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Discussion in 'Technique [BG]' started by Lowner, Mar 10, 2006.

  1. Lowner


    May 14, 2005
    Over Here
    I can play with a drum machine or metronome yet when it comes to playing with a live band I can't keep time. I seem to get thrown off by the guitar player . I have yet to figure that out why I get so thrown off by the guitar player. Maybe its cause I am a guitar player turned bass player. But can anyone give me any suggestions on how not to get so thrown off by the guitar player? Does that happen to anyone else?
  2. Easier said than done, but don't listen to the guitar so much for your time.

    Focus more on the drums, and yourself. If you know the song, then just play it with the drummer like you were the only ones there. If the bass and drums are solid like that the guitar will fall in line.

    If you are having to pay attention to the guitar because you don't know the song yet, then you are going to make his same timing mistakes.

    Tap your foot. If your drummer is not good at timekeeping, along with the guitarist, then you are in trouble.
  3. emcekay


    Mar 6, 2006
    Spend some quality time practicing this way, it has worked for me. Play with a metronome to get a groove / time. Then, turn off the metronome and play the groove and record it trying to accurately reflect the time and the feel. Do this until you feel like you are generating the groove without the help of the external source. This way, when you are playing with a weaker drummer (or if you are playing a gig without a drummer) you become the source of the time that people lock into. It is not an easy thing to do, granted. But this method has been very helpful. I did a gig with a piano player and had to really keep my time together. Trust me, drummers / guitar players / piano players will LOVE you. Good Luck.
  4. cowsgomoo

    cowsgomoo gone to Longstanton Spice Museum

    Feb 8, 2003
    it's probably because most guitarists don't have a fantastic sense of rhythm :bag: , and you're trying to be the glue between two different people's idea (of lack of idea) of where the groove sits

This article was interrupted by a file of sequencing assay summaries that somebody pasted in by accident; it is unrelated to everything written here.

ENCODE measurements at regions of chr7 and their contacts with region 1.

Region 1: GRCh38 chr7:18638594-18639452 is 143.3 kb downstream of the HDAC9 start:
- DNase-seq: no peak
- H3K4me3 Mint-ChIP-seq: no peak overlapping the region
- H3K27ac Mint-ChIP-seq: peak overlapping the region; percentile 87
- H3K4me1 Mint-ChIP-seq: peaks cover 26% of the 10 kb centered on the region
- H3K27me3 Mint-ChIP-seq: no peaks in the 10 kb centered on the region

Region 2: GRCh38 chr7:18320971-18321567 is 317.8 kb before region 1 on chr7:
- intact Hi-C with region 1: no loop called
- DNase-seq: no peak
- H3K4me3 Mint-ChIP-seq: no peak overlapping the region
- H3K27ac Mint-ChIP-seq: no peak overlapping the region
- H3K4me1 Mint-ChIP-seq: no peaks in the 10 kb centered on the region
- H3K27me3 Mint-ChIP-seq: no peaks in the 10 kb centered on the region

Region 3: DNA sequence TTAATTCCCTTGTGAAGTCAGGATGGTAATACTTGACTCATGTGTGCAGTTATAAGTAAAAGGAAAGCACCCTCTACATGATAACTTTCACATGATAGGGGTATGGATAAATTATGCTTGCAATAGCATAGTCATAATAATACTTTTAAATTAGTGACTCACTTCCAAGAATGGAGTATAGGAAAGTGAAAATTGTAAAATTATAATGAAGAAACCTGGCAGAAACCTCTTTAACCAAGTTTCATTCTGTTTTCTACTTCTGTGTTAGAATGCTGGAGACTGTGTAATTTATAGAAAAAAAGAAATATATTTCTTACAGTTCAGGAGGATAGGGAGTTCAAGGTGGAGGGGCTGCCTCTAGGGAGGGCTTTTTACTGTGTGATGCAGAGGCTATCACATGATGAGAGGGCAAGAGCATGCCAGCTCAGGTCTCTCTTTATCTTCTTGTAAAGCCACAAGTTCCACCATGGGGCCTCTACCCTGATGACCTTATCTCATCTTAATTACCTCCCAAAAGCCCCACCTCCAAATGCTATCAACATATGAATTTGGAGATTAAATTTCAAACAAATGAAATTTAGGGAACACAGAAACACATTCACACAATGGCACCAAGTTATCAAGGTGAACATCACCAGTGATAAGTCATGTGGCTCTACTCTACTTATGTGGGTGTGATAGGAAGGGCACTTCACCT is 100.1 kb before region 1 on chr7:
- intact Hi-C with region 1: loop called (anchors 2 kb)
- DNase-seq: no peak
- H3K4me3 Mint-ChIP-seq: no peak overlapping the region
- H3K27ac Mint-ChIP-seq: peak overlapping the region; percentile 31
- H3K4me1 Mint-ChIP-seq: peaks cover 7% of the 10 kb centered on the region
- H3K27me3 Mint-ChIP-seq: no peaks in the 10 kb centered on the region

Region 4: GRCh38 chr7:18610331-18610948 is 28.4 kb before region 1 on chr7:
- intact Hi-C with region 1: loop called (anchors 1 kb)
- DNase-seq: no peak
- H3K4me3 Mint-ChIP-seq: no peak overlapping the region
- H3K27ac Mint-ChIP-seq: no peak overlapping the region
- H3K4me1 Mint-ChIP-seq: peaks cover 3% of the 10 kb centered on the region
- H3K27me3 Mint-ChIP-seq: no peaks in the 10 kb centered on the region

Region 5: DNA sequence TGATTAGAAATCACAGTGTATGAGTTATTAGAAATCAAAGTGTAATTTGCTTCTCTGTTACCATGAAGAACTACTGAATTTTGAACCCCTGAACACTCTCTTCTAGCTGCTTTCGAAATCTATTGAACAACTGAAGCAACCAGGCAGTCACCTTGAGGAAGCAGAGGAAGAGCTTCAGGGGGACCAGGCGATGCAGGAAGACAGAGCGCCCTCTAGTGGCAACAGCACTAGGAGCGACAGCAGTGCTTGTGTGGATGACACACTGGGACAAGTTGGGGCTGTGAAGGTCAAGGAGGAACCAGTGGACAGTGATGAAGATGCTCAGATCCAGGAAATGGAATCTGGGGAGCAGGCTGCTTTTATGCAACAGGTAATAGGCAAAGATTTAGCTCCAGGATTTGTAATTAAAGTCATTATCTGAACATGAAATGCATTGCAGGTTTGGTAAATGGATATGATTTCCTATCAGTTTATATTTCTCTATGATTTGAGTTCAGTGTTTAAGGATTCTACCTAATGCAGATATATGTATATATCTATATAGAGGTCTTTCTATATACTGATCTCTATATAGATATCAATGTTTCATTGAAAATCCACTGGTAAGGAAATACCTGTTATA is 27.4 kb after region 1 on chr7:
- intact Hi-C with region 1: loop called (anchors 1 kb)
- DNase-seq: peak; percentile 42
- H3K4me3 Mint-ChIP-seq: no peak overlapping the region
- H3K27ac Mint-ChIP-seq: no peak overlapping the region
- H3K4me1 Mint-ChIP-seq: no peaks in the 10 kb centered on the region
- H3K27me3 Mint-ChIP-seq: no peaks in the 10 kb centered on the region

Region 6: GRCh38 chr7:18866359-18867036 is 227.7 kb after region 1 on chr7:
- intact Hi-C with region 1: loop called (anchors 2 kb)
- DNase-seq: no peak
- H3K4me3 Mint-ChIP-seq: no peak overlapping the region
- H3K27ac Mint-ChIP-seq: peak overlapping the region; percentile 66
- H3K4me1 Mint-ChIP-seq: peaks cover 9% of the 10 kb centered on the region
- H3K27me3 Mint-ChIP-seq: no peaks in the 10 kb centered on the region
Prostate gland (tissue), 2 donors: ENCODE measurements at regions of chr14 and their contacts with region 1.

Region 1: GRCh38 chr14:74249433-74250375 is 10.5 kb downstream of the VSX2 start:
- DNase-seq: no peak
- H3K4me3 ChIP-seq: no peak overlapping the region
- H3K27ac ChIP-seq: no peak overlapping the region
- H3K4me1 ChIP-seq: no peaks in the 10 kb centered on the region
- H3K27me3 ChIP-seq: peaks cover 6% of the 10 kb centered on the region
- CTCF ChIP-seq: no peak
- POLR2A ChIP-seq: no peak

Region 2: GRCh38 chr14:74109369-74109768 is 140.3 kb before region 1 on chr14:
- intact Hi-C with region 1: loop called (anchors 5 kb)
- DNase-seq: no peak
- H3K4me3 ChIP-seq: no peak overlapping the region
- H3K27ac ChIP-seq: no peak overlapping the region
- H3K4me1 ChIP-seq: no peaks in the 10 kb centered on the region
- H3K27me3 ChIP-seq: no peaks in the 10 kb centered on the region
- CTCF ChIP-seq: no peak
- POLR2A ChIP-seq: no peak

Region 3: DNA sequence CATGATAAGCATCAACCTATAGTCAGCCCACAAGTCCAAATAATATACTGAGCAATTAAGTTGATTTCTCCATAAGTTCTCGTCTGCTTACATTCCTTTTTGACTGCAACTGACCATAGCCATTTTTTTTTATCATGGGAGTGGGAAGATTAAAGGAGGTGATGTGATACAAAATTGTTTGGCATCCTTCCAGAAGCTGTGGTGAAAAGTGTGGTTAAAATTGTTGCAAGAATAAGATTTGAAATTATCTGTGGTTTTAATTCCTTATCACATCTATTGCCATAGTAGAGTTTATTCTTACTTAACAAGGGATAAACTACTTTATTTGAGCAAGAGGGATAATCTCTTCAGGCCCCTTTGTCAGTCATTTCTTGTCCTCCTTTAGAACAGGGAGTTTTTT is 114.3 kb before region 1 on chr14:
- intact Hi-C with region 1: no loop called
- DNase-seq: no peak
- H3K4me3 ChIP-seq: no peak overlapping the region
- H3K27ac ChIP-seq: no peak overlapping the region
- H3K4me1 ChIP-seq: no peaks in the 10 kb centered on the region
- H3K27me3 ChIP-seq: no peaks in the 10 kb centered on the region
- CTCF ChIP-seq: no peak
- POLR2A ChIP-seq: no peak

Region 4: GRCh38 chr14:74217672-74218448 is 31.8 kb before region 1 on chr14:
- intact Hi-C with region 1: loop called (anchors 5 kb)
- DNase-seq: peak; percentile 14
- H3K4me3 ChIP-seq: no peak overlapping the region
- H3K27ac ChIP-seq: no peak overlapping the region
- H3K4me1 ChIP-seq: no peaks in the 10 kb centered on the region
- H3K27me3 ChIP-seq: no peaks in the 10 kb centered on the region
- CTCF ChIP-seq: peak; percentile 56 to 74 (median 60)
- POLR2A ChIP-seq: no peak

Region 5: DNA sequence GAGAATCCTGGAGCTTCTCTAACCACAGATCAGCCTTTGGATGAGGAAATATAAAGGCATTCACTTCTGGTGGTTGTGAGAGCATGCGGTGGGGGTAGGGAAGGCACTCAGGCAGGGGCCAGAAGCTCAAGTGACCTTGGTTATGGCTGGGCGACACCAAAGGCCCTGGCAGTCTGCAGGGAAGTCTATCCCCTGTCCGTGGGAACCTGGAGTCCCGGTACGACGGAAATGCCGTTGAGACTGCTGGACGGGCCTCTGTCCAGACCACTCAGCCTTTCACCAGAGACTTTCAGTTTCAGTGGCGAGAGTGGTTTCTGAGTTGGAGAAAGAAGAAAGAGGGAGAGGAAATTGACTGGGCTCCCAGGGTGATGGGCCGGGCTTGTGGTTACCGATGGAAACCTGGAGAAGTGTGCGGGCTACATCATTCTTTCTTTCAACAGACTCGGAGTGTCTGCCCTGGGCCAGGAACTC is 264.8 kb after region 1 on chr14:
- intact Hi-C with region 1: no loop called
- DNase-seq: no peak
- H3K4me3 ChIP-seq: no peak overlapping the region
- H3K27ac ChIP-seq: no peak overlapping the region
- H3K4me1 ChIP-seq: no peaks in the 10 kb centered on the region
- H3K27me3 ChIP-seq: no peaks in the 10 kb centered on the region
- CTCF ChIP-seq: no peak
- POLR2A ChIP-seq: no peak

5. Vorak


    Dec 6, 2005
    Madison, WI
    Yeah, don't follow the guitar as much. You and your drummer are the ones who need to stay in time and its the two of you that judge how fast or how slow the song is going to be played. If your guitar player can't play along with that then its his own fault. A friend of mine who plays guitar always tries to lead everything when we jam together. He expects me to stay in time with him, when in fact it should be the other way around.
  6. ryco


    Apr 24, 2005
    Sleep with a metronome on if you sleep alone. I did this in college. I set it to a different speed every night. Of course I can sleep through anything (like fire drills, fights, jam sessions).

    There are some erotic uses for this method as well -- especially at slow speeds like 84 bpm
  7. kenlacam


    Nov 8, 2005
    akron, ohio
    Totally agree!
  8. Lowner


    May 14, 2005
    Over Here

    What does sleeping with a metronome do??
  9. ryco


    Apr 24, 2005
    I thought sleeping with a metronome running would ingrain straight time into my subconcious and beyond. I was a weird kid.

    Did it work? I dunno but ppl say I have good time.

    Er maybe they were saying I know how to have a good time

    To give you an answer I would say learn to concentrate and focus on developing good time. It's important to listen and communicate with the players around you, but keeping good time is each players responsibility. But think of it as especially being your domain, bass god!
  10. Our drummer and I get together for "rhythm section" practices every so often. Helps us to lock into one another. Then when the whole band is together, WE dictate the tempo. :bassist:

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